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Nadezhda Sergeevna Alliluyeva (Russian: Наде́жда Серге́евна Аллилу́ева; 22 September 1901[1] – 9 November 1932) was the second wife of Joseph Stalin.

Contents

1 Early life 2 Stalin 3 Death 4 In popular culture 5 References

Early life[edit] She was the youngest child of Russian revolutionary Sergei Alliluyev (1866-1945), a railway worker, and his wife Olga, a woman of German and Georgian ancestry, who spoke Russian with a strong accent.[citation needed] Sergei Alliluyev was Russian but had found work and a second home in the Caucasus. During Stalin's time of exile, the Alliluyev family was a source of assistance and refuge, and in 1917, Stalin lived from time to time in their apartment. Stalin[edit] Nadezhda first met Stalin as a child when her father, Sergei Alliluyev, sheltered him after one of his escapes from Siberian exile during 1911.[2] After the revolution, Nadezhda worked as a confidential code clerk in Lenin's office. She eschewed fancy dress, makeup, and other trappings that she felt un-befitting for a proper Bolshevik. The couple married in 1919, when Stalin was already a 40-year-old widower and father of one son (Yakov), born to Stalin's first wife (Kato) who died of typhus in 1907. Nadezhda and Joseph had two children together: Vasily, born in 1921, who became a fighter pilot (C.O. of 32 GIAP) at Stalingrad, and Svetlana, their daughter, born 1926. According to her close friend, Polina Zhemchuzhina, the marriage was strained, and the two argued frequently. She also suffered from a mental illness, possibly bipolar disorder or borderline personality disorder; Vyacheslav Molotov
Vyacheslav Molotov
recalled that she suffered from mood changes that made her seem like a "mad woman".[citation needed] Death[edit] On 9 November 1932, after a public spat with Stalin at a party dinner over the effects of the government's collectivization policies on the peasantry, Nadezhda shot herself in her bedroom.[3] The official announcement was that Nadezhda died from appendicitis.[4] Accounts of contemporaries and Stalin's letters indicate that he was much disturbed by the event.[5][6] Svetlana, Nadezhda's daughter, defected to the US in 1967, where she eventually published her autobiography, which included recollections of her parents and their relationship. Svetlana became a British citizen in 1992, and died at the age of 85 in 2011. In popular culture[edit] Alliluyeva was portrayed by Julia Ormond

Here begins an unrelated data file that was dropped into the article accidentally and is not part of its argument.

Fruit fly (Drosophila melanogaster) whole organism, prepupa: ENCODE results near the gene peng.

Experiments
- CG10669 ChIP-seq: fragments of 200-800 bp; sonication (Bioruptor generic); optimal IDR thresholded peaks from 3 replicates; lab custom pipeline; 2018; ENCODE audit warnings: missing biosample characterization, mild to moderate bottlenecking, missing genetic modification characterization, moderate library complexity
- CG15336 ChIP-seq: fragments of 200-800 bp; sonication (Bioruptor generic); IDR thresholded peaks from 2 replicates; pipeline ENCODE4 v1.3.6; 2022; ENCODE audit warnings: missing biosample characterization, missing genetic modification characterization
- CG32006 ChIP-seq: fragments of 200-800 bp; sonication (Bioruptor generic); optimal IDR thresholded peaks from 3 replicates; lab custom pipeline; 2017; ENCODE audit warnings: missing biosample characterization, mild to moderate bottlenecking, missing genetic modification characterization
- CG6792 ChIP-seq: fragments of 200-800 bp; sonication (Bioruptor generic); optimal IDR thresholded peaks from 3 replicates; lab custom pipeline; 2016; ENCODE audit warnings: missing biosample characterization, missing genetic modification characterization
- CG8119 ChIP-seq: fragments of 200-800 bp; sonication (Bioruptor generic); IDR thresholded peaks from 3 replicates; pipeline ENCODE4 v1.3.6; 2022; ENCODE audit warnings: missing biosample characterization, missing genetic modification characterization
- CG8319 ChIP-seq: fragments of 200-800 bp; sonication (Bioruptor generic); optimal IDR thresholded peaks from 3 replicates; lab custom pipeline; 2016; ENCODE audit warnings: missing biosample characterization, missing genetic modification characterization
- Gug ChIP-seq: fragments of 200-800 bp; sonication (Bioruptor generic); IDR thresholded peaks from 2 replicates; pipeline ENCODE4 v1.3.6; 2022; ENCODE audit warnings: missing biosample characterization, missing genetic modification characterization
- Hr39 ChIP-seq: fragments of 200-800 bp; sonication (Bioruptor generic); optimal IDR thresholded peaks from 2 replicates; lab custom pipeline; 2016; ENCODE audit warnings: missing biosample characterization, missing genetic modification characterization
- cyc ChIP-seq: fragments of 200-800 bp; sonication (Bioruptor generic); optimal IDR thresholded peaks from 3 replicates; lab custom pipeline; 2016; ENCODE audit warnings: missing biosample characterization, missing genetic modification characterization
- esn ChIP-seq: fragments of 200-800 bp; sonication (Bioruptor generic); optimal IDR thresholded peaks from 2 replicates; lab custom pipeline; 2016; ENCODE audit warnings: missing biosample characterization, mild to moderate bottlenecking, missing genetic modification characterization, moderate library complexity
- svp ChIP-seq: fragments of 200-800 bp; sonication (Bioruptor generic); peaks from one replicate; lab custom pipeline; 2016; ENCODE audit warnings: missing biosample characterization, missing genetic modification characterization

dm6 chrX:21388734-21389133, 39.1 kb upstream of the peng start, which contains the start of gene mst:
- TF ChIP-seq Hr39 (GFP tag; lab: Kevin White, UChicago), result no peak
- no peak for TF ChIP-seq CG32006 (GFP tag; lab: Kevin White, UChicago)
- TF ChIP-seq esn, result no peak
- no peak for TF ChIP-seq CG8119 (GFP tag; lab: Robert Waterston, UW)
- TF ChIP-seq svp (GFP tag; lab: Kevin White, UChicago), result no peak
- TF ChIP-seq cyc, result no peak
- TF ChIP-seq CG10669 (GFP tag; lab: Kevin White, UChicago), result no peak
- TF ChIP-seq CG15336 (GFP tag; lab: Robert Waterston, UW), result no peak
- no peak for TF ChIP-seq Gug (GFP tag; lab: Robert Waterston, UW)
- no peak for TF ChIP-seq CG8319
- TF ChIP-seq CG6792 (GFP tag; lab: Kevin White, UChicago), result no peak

Julia Ormond
in the 1992 television film Stalin.[7] References[edit]

Wikimedia Commons has media related to Nadezhda Alliluyeva.

^ (9 September under the Julian calendar that used in Russia at the time, 13 days behind the Gregorian calendar adopted later) ^ #S. Ia. Alliluev, "Moi vospominaniia," Krasnaia letopis' 5 (1923); Alliluev, "Vstrechi s tovarishchem Stalinom," Proletarskaia revoliutsiia 8 (1937); Alliluev, Proidennyi put' (Moscow, 1946); the memoirs of Sergei Alliluyev's daughter and Nadezhda's sister, Anna Sergeevna Allilueva, were published in two editions, both in the same year, 1946, as Iz vospominanii, published by Pravda and Vospominaniia, published by Sovietskii pisatel'. Stalin was angered by revelations of his personal life and ordered both editions withdrawn from circulation soon after they appeared. Svetlana Allilueva, Dvadtsat' pisem k drugu (New York, 1967), 56–57.

Figure 2: From the Alliluev family album. Stalin's mother-in-law, Ol'ga Evgen'eva Allilueva (1905), and his father-in-law, Sergei Iakovlevich Alliluev (1914), who first met Stalin in Tbilisi during 1904. RGASPI, f.558, op.11, d.1651, nos. 16 and 15. Figure 3: From the family album of the Alliluevs. Stalin during 1915 during his Siberian exile and his future wife, Nadezhda Allilueva, taken during 1912, about a year after he met her. RGASPI, f.558, op.11, d.1651, nos. 18 and 22.